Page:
ABC57 Investigates: How fire safe is your apartment?
SOUTH BEND, Ind. --- The sound of fire engine sirens is never a sound you want to hear coming into your neighborhood. But it’s a reality for hundreds of folks across Michiana per year, namely in apartment complexes where fires can spread quickly.
Clay Fire Marshal Dave Cherrone accompanied ABC57's Tiffany Salameh to four popular apartment complexes to check out the good and bad when it comes to safety.
“You have a whole town in a couple of streets here compared to how a neighborhood is laid out with a house,” Cherrone said.
Grandview Apartment and Townhomes
Our first stop was Grandview Apartments and Townhomes in Granger. A bird’s nest in the dryer vent was the first cause for concern.
“That’s one of the first things we look for. Now you got the possibility of a dryer fire.”
Overall Grandview scored high for fire safety, there was no fire extinguisher in the apartment, which is not required under Indiana law, but there were two working smoke detectors along with 8 fire sprinklers situated both inside and outside.
The only noticeable fire hazard was the blocked dryer vent.
“This is perfect. They’ve obviously designed this so that you have plenty of outlets in the kitchen so you’re not going to overload anything,” Cherrone said.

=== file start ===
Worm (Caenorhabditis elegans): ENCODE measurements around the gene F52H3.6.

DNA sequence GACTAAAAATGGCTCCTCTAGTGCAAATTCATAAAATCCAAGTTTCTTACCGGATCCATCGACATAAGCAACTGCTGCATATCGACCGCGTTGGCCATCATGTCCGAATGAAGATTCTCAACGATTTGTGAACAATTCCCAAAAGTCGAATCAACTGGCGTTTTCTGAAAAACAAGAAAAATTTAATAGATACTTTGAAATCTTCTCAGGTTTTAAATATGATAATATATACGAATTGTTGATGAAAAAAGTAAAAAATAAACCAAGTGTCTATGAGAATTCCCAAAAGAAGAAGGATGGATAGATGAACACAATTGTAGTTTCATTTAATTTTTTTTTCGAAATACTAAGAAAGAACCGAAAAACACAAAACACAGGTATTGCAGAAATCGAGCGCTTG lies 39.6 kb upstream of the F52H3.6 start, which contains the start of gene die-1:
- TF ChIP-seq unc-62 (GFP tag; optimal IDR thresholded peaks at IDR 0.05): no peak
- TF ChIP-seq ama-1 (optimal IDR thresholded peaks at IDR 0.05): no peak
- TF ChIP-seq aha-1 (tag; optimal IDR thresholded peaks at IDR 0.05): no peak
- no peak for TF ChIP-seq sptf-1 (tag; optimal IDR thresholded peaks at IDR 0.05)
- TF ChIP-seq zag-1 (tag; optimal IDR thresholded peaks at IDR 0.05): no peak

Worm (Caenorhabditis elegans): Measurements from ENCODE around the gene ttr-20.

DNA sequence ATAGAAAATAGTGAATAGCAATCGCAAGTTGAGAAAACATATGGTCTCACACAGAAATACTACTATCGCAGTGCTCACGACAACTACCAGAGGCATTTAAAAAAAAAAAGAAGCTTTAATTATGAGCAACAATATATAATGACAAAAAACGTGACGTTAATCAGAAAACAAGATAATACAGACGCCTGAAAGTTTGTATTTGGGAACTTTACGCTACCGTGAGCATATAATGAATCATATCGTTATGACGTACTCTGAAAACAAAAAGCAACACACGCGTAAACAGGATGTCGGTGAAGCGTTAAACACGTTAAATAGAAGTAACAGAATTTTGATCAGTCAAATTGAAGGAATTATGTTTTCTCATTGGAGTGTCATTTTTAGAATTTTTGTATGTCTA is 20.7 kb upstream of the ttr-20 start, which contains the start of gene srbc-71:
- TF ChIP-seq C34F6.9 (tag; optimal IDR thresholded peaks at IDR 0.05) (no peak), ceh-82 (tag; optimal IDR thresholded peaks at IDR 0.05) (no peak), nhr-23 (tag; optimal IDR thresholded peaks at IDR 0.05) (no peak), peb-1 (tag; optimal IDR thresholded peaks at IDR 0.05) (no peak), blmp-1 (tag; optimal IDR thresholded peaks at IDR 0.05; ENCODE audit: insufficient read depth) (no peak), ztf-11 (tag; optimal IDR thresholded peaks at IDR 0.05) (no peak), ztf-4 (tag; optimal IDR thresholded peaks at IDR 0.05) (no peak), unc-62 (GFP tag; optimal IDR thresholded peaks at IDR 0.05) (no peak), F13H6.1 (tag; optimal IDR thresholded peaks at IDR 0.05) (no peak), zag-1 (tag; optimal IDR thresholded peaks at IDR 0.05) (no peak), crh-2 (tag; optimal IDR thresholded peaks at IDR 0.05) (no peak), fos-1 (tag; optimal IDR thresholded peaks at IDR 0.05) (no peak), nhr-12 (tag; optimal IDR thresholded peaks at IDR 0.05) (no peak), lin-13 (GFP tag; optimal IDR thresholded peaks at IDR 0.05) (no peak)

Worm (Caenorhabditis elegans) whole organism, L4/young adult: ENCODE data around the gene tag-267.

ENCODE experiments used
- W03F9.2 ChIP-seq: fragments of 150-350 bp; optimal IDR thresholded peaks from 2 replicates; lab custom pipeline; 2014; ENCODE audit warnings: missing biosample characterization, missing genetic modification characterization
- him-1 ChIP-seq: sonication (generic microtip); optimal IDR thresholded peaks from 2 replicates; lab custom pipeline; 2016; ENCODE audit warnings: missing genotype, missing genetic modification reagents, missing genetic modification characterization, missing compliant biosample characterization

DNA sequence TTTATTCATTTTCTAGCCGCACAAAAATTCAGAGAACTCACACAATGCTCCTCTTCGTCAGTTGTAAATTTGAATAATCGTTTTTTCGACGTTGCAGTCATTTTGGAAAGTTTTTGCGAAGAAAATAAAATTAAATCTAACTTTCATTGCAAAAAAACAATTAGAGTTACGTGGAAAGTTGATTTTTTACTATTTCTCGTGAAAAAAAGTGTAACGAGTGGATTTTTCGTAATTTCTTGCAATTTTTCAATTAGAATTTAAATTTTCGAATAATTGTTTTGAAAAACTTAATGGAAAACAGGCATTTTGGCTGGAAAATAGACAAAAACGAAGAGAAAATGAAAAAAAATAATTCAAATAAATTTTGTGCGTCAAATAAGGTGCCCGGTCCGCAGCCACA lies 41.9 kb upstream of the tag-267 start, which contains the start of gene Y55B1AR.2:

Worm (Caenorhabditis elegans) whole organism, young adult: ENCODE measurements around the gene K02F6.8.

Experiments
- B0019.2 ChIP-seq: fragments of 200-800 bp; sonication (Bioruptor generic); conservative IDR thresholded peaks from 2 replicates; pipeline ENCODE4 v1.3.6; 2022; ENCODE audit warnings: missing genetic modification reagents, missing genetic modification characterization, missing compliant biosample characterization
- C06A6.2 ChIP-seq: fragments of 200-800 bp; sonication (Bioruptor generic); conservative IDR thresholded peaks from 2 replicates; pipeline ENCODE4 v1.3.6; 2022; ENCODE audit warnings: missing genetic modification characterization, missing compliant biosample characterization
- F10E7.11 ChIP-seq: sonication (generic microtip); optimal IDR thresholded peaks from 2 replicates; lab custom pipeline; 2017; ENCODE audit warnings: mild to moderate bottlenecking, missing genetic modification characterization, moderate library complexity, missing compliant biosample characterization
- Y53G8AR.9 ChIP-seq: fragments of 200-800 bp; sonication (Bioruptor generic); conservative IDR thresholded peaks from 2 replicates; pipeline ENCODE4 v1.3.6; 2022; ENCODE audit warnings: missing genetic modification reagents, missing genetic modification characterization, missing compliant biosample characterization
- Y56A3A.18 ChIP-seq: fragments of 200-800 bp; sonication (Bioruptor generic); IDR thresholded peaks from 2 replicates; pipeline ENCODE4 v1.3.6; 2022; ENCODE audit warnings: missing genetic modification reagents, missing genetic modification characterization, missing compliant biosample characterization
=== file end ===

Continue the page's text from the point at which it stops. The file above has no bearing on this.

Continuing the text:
The apartment complex has only been open for four years, but I did some digging into their past and found only one small fire.
Indian Lakes Apartments
Up next, was Indian Lakes Apartments.
There was a fire extinguisher in the storage closet, one working smoke detector, and fire alarms in the common area. One issue was that there was no carbon monoxide detector.
“We would probably want or get a carbon monoxide alarm since you have a gas appliance,” Cherrone said.
Documents I obtained tell the same story, only two fires at Indian Lakes in the past 10 years.
If you are a resident in an apartment complex, you always have the option to buy your own carbon monoxide detector, which Fire Marshal Cherrone recommends.
Remington Court Apartments
At Remington Court, everything was up to standards as well.
A fire extinguisher was located in the kitchen as well as in the outside hallway. There was one working smoke detector and fire alarms as well as a smoke detector in the common area.
“That’s exactly perfect. We don’t have anything on the sides that could cause issues with flames,” Cherrone said.
Documents I obtained for Remington Court apartments show only four apartment fires in the past 10 years.
Our final destination is Prosper Apartments in South Bend. The apartment complex has had several name and ownership changes over the years, it used to be called Park Jefferson, and then Laurenz Place, and now it’s called Prosper.
The apartment we visited was in the same building as the most recent fire at the complex on July 4th and we spotted a problem as soon as we walked in. A smoke detector just lying in the open. Not properly installed, and not ready to keep this family safe.
Tiffany: “What is that?
Resident: “I don’t know that was there when I came back from the fire.
Fire Marshal: “it’s been sitting there since then?”